Ponti on Fredriksen, 'The War of 1812: U.S. War Department Correspondence, 1812-1815'
John C. Fredriksen. The War of 1812: U.S. War Department Correspondence, 1812-1815. Jefferson: McFarland & Company, 2016. 488 pp. $95.00 (paper), ISBN 978-0-7864-9408-8.
Reviewed by Katrina Ponti (University of Rochester) Published on H-War (July, 2017) Commissioned by Margaret Sankey
The War of 1812: U.S. War Department Correspondence, 1812-1815, by the late American military historian John C. Fredriksen, is a reference guide to the microfilm reels of Records Group 107 housed in the National Archives, Records of the Department of War. This record group contains the entire war correspondence from the War of 1812. This includes three years of material from 1812 to 1815, containing 11,322 pages of correspondence, written by 2,459 authors, including Andrew Jackson and James Madison. Fredriksen’s preface highlights the organization of the documents, which he orders alphabetically by author/organization, with the exception of the first forty-six letters, whose authors are anonymous and organized by chronological order. Each entry follows the same format: author/institution, item number;, date, location, number of pages, series/reel number, and frame number. A précis on research relevance follows each entry.
In the foreword, University of Virginia historian J. C. A. Stagg explains the project and recalls his own experience accessing Records Group 107. Stagg details the poor organization of the materials on the microfilm and the time-consuming work of reading through each roll to seek bits of relevant information. This system of access is somewhat prohibitive for researchers, taking up valuable research time and financial resources. These prohibitions limit a full analysis of the documents. In sum, Fredriksen rectifies the “long-standing informational malaise” that resulted from this inconvenient organization and sheer volume of information contained within the microfilms (p. 3). He provides a logical guide to the documents that illustrate, at least in part, the story of America’s “Second War of Independence.”
Readers can immediately see the usefulness of Fredriksen’s approach and can easily locate the letters that they seek. Fredriksen also includes other helpful sections in the book. For example, he provides an occupational index of the correspondents, which lists not only the roles of quartermasters and cavalry officers but also the involvement of bank officials and spies in the conduct of the war. A subject index offers another way to explore the book. According to Fredriksen, these organizational elements open up new thematic and quantitative ways to approach the documents and to the story of the war itself. What emerges is the story not just of pitched battles and noble officers but also of near-constant supply chain issues, unsung diplomatic efforts of Indian agents in the West, and the multifaceted struggle of the US government to orchestrate a war on different fronts.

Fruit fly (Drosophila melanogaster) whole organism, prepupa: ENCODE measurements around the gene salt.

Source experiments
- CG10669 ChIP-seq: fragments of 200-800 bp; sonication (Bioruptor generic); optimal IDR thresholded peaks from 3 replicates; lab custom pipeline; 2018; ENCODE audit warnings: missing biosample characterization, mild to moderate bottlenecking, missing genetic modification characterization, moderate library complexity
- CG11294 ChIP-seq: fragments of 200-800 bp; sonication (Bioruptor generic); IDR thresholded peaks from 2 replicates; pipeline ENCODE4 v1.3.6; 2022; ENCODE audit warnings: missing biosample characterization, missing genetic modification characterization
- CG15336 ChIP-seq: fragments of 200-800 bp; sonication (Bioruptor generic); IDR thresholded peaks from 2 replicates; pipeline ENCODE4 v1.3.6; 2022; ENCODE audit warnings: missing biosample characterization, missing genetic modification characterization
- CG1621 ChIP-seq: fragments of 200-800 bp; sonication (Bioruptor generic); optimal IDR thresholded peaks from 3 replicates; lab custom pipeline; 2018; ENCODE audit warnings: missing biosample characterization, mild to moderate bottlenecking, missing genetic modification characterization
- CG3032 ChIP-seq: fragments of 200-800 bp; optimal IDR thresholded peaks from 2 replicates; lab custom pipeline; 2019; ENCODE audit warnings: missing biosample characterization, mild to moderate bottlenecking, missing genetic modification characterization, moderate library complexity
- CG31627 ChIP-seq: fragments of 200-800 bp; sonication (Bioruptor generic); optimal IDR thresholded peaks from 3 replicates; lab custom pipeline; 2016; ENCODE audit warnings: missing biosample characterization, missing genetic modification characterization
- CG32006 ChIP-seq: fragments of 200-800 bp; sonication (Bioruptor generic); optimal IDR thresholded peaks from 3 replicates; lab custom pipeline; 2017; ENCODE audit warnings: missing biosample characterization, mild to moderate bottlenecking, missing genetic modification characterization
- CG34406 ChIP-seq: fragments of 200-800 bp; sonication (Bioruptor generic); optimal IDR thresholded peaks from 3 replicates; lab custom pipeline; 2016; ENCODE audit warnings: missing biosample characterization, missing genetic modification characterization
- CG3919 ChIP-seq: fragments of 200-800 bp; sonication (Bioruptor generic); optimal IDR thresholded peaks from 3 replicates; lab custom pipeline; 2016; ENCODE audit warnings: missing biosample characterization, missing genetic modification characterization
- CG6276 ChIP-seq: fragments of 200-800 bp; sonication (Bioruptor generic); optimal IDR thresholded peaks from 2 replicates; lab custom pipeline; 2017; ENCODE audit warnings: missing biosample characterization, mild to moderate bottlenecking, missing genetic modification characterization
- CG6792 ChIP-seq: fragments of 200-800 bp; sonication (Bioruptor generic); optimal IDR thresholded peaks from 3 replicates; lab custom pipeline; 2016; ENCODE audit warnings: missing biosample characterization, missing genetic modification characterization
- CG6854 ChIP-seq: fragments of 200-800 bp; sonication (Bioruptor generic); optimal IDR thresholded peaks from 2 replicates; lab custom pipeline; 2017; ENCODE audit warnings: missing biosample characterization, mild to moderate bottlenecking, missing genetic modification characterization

It is also important to note that this correspondence was not restricted to military communiqués. Civilians buoyed much of the American war effort through manufacturing, provisioning, and information gathering. Some familiar civilian names emerge amid the entries, including Paul Revere, who produced brass canons for the war effort, fur-trader John Jacob Astor, and Eli Whitney. Whitney, while known for his production of the cotton gin, contracted with the government to manufacture arms. These men are some of many in Fredriksen’s book who surface readily from his clear and concise entries.
This book is most useful for an audience of historical researchers, genealogists, and graduate students with special interests in the War of 1812. There is also information that would interest researchers with a focus on relationships between American agents and Native Americans on the western front of the war. This correspondence only forms part of the story of the War of 1812, focusing on official, government transactions. The experiences of individuals not directly involved with the US government, such as women, African Americans, and Native Americans are not included in this record group. In this case, the book serves as a useful supplement to other resources.
Fredriksen achieves his aim to reorganize a substantial and valuable document collection for future scholars. He also succeeds, through the efficient organization of the book, in providing many new perspectives and topics from which to view the War of 1812. This book is a highly recommended asset to any personal research collection on antebellum American history.
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Citation: Katrina Ponti. Review of Fredriksen, John C., The War of 1812: U.S. War Department Correspondence, 1812-1815. H-War, H-Net Reviews. July, 2017. URL: http://www.h-net.org/reviews/showrev.php?id=49521This work is licensed under a Creative Commons Attribution-Noncommercial-No Derivative Works 3.0 United States License.